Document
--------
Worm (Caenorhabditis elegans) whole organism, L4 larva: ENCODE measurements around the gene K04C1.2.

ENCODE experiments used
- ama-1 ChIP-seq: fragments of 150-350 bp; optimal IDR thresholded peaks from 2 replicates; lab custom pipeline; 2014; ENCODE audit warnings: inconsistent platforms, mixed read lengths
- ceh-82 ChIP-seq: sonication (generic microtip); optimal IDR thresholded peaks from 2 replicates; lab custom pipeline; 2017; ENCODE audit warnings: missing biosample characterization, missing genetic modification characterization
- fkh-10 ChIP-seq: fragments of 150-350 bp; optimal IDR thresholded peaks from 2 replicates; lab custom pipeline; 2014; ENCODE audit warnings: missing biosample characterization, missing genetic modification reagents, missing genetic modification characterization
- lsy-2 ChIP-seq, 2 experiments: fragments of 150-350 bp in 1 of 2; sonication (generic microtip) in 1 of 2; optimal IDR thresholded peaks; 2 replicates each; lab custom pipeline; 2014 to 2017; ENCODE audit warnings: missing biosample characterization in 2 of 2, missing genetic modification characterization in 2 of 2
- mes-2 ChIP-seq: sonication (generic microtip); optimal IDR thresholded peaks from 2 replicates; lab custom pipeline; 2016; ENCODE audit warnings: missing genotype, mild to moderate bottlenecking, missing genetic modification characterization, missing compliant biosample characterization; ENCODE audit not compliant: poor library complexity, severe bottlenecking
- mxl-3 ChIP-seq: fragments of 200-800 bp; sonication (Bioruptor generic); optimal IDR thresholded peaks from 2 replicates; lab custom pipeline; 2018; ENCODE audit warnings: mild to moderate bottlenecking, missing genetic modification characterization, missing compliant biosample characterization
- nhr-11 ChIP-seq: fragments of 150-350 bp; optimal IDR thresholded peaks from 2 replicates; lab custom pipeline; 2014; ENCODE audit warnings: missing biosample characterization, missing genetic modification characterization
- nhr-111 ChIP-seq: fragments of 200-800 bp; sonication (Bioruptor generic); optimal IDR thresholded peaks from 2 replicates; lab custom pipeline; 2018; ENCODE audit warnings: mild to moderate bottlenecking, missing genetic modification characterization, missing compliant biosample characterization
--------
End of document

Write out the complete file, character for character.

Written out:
Worm (Caenorhabditis elegans) whole organism, L4 larva: ENCODE measurements around the gene K04C1.2.

ENCODE experiments used
- ama-1 ChIP-seq: fragments of 150-350 bp; optimal IDR thresholded peaks from 2 replicates; lab custom pipeline; 2014; ENCODE audit warnings: inconsistent platforms, mixed read lengths
- ceh-82 ChIP-seq: sonication (generic microtip); optimal IDR thresholded peaks from 2 replicates; lab custom pipeline; 2017; ENCODE audit warnings: missing biosample characterization, missing genetic modification characterization
- fkh-10 ChIP-seq: fragments of 150-350 bp; optimal IDR thresholded peaks from 2 replicates; lab custom pipeline; 2014; ENCODE audit warnings: missing biosample characterization, missing genetic modification reagents, missing genetic modification characterization
- lsy-2 ChIP-seq, 2 experiments: fragments of 150-350 bp in 1 of 2; sonication (generic microtip) in 1 of 2; optimal IDR thresholded peaks; 2 replicates each; lab custom pipeline; 2014 to 2017; ENCODE audit warnings: missing biosample characterization in 2 of 2, missing genetic modification characterization in 2 of 2
- mes-2 ChIP-seq: sonication (generic microtip); optimal IDR thresholded peaks from 2 replicates; lab custom pipeline; 2016; ENCODE audit warnings: missing genotype, mild to moderate bottlenecking, missing genetic modification characterization, missing compliant biosample characterization; ENCODE audit not compliant: poor library complexity, severe bottlenecking
- mxl-3 ChIP-seq: fragments of 200-800 bp; sonication (Bioruptor generic); optimal IDR thresholded peaks from 2 replicates; lab custom pipeline; 2018; ENCODE audit warnings: mild to moderate bottlenecking, missing genetic modification characterization, missing compliant biosample characterization
- nhr-11 ChIP-seq: fragments of 150-350 bp; optimal IDR thresholded peaks from 2 replicates; lab custom pipeline; 2014; ENCODE audit warnings: missing biosample characterization, missing genetic modification characterization
- nhr-111 ChIP-seq: fragments of 200-800 bp; sonication (Bioruptor generic); optimal IDR thresholded peaks from 2 replicates; lab custom pipeline; 2018; ENCODE audit warnings: mild to moderate bottlenecking, missing genetic modification characterization, missing compliant biosample characterization